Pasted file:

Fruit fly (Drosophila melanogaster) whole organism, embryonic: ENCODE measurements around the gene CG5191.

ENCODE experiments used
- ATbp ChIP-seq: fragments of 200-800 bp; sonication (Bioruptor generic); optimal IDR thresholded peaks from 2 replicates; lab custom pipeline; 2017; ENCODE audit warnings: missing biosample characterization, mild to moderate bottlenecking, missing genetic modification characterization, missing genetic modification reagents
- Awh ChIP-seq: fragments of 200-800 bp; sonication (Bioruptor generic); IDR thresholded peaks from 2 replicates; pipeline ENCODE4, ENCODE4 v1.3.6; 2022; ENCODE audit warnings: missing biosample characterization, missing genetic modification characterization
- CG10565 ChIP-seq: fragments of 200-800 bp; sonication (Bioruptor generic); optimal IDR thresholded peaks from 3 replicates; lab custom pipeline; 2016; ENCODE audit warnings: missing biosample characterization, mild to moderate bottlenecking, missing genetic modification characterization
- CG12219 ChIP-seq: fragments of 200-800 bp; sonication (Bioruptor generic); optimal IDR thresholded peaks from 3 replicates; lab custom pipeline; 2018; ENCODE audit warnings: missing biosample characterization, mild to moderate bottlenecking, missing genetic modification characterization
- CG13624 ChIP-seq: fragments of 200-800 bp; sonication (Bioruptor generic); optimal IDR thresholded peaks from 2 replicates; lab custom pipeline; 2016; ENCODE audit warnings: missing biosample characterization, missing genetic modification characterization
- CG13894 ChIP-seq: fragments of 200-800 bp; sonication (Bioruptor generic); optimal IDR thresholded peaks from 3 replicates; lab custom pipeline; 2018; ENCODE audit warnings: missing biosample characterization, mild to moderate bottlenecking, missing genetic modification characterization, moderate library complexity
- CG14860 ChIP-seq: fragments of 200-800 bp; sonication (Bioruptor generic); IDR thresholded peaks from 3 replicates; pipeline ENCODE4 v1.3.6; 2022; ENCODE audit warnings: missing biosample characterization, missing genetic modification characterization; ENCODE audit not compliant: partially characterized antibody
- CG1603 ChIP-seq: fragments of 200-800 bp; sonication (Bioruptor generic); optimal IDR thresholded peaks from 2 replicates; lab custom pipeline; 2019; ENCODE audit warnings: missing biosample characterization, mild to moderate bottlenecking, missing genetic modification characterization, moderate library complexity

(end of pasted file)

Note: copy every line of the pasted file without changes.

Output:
Fruit fly (Drosophila melanogaster) whole organism, embryonic: ENCODE measurements around the gene CG5191.

ENCODE experiments used
- ATbp ChIP-seq: fragments of 200-800 bp; sonication (Bioruptor generic); optimal IDR thresholded peaks from 2 replicates; lab custom pipeline; 2017; ENCODE audit warnings: missing biosample characterization, mild to moderate bottlenecking, missing genetic modification characterization, missing genetic modification reagents
- Awh ChIP-seq: fragments of 200-800 bp; sonication (Bioruptor generic); IDR thresholded peaks from 2 replicates; pipeline ENCODE4, ENCODE4 v1.3.6; 2022; ENCODE audit warnings: missing biosample characterization, missing genetic modification characterization
- CG10565 ChIP-seq: fragments of 200-800 bp; sonication (Bioruptor generic); optimal IDR thresholded peaks from 3 replicates; lab custom pipeline; 2016; ENCODE audit warnings: missing biosample characterization, mild to moderate bottlenecking, missing genetic modification characterization
- CG12219 ChIP-seq: fragments of 200-800 bp; sonication (Bioruptor generic); optimal IDR thresholded peaks from 3 replicates; lab custom pipeline; 2018; ENCODE audit warnings: missing biosample characterization, mild to moderate bottlenecking, missing genetic modification characterization
- CG13624 ChIP-seq: fragments of 200-800 bp; sonication (Bioruptor generic); optimal IDR thresholded peaks from 2 replicates; lab custom pipeline; 2016; ENCODE audit warnings: missing biosample characterization, missing genetic modification characterization
- CG13894 ChIP-seq: fragments of 200-800 bp; sonication (Bioruptor generic); optimal IDR thresholded peaks from 3 replicates; lab custom pipeline; 2018; ENCODE audit warnings: missing biosample characterization, mild to moderate bottlenecking, missing genetic modification characterization, moderate library complexity
- CG14860 ChIP-seq: fragments of 200-800 bp; sonication (Bioruptor generic); IDR thresholded peaks from 3 replicates; pipeline ENCODE4 v1.3.6; 2022; ENCODE audit warnings: missing biosample characterization, missing genetic modification characterization; ENCODE audit not compliant: partially characterized antibody
- CG1603 ChIP-seq: fragments of 200-800 bp; sonication (Bioruptor generic); optimal IDR thresholded peaks from 2 replicates; lab custom pipeline; 2019; ENCODE audit warnings: missing biosample characterization, mild to moderate bottlenecking, missing genetic modification characterization, moderate library complexity